Role of Alien and Native Birds in the Dissemination of Firetree (Myricafaya Ait.-Myriacaceae) and Associated Plants in Hawaii

Date
1985-10
Authors
LaRosa, Anne M.
Smith, Clifford W.
Gardner, Donald E.
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Publisher
University of Hawai'i Press
Abstract
The food habits of several forest birds and their potential role in the dispersal of firetree (Myrica faya) were studied in two areas of Hawaii Volcanoes National Park. Observations were made during peak firetree fruiting (October-November 1983) in areas where 'ohi'a (Metrosideros polymorpha) and firetree are codominant. Both native and introduced birds foraged in firetree and 'ohi' a, but introduced birds were more common in firetree. Ofthe six bird species observed, 'oma'o (Phaeornis obscurus) and house finches (Carpodacus mexicanus) were the principal dispersal agents in the areas studied, while the common 'amakihi (Hemignathus virens) was secondarily important. Japanese white-eyes (Zosterops japonicus), though feeding on the fruit, rarely ingested the seed. 'Apapane (Himatione sanguinea) and Northern American cardinals (Cardinalis cardinalis) were not observed eating firetree fruit. Germination rates and successes of several native and alien species are generally unaffected by passage through the digestive tracts of captive Japanese white-eyes and common mynas (Acridotheres tristis).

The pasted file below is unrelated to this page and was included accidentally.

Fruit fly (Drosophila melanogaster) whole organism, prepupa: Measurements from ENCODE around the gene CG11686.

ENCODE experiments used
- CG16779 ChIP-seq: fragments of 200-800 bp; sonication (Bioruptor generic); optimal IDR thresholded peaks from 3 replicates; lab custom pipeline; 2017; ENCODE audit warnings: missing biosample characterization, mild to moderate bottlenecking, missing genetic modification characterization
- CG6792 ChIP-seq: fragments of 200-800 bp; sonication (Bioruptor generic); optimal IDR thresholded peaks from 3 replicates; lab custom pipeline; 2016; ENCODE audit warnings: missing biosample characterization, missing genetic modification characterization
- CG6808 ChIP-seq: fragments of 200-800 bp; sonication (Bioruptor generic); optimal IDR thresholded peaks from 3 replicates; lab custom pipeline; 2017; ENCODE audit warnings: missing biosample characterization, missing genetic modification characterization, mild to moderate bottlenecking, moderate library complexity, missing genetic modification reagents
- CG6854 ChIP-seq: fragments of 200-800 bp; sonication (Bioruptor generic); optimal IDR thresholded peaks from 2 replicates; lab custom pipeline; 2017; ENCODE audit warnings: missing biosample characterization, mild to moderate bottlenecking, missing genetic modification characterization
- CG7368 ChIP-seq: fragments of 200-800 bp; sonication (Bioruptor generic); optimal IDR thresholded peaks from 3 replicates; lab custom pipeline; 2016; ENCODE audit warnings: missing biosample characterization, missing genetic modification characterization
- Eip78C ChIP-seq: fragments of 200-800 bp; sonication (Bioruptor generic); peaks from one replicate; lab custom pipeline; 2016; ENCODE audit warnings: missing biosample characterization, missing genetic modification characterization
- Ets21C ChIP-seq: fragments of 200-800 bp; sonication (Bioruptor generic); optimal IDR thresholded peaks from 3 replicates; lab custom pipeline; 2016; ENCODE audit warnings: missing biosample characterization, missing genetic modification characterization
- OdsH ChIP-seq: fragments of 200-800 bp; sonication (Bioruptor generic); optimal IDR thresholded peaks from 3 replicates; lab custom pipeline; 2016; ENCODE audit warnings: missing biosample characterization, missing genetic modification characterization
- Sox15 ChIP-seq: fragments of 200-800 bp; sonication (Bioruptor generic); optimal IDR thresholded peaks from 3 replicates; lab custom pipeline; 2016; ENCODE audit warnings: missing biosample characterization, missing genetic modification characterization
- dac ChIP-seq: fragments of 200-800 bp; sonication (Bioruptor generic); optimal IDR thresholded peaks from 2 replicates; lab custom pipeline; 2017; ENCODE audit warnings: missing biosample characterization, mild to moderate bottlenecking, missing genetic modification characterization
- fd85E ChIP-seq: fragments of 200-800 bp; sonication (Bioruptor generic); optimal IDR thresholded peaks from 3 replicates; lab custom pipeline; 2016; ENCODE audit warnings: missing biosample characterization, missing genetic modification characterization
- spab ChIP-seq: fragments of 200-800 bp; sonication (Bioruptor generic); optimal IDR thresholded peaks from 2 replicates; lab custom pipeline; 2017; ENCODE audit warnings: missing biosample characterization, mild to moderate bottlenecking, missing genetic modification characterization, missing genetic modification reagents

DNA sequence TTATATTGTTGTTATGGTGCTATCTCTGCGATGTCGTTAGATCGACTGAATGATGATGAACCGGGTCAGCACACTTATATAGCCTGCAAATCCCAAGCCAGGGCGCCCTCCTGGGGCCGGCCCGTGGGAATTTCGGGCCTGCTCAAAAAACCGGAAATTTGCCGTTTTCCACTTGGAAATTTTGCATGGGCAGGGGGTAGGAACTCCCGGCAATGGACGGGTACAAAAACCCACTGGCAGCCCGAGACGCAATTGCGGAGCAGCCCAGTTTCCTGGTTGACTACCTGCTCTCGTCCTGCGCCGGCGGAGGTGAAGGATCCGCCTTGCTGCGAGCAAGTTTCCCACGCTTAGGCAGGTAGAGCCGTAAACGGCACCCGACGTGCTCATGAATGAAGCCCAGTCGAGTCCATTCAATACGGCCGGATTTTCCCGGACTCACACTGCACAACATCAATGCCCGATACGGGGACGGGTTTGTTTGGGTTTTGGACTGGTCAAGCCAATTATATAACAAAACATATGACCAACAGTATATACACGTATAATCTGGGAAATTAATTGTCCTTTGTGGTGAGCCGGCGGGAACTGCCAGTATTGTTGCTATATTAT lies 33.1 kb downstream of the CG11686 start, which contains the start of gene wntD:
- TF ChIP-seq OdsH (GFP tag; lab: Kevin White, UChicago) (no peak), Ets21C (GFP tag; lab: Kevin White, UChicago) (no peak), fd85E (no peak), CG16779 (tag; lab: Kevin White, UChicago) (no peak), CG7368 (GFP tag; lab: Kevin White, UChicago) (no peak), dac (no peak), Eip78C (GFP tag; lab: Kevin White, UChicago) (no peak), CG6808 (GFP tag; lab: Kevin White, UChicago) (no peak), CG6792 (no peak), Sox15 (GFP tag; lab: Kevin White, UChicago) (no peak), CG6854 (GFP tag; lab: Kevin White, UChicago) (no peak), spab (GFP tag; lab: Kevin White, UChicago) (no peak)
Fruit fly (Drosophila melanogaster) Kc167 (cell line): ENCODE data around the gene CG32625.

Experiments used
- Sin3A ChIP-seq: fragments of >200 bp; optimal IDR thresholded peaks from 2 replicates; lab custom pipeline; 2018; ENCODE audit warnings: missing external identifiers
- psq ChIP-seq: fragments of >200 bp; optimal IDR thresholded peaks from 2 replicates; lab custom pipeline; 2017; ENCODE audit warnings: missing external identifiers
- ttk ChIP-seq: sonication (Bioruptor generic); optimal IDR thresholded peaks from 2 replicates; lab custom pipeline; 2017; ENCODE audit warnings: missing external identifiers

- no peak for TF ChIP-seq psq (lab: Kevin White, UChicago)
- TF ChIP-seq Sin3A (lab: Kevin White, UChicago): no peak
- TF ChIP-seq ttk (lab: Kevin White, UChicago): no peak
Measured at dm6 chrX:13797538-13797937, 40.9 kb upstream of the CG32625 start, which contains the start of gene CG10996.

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Citation
LaRosa AM, Smith CW, Gardner DE. 1985. Role of alien and native birds in the dissemination of firetree (Myricafaya Ait.-Myriacaceae) and associated plants in Hawaii. Pac Sci 39(4): 372-378.
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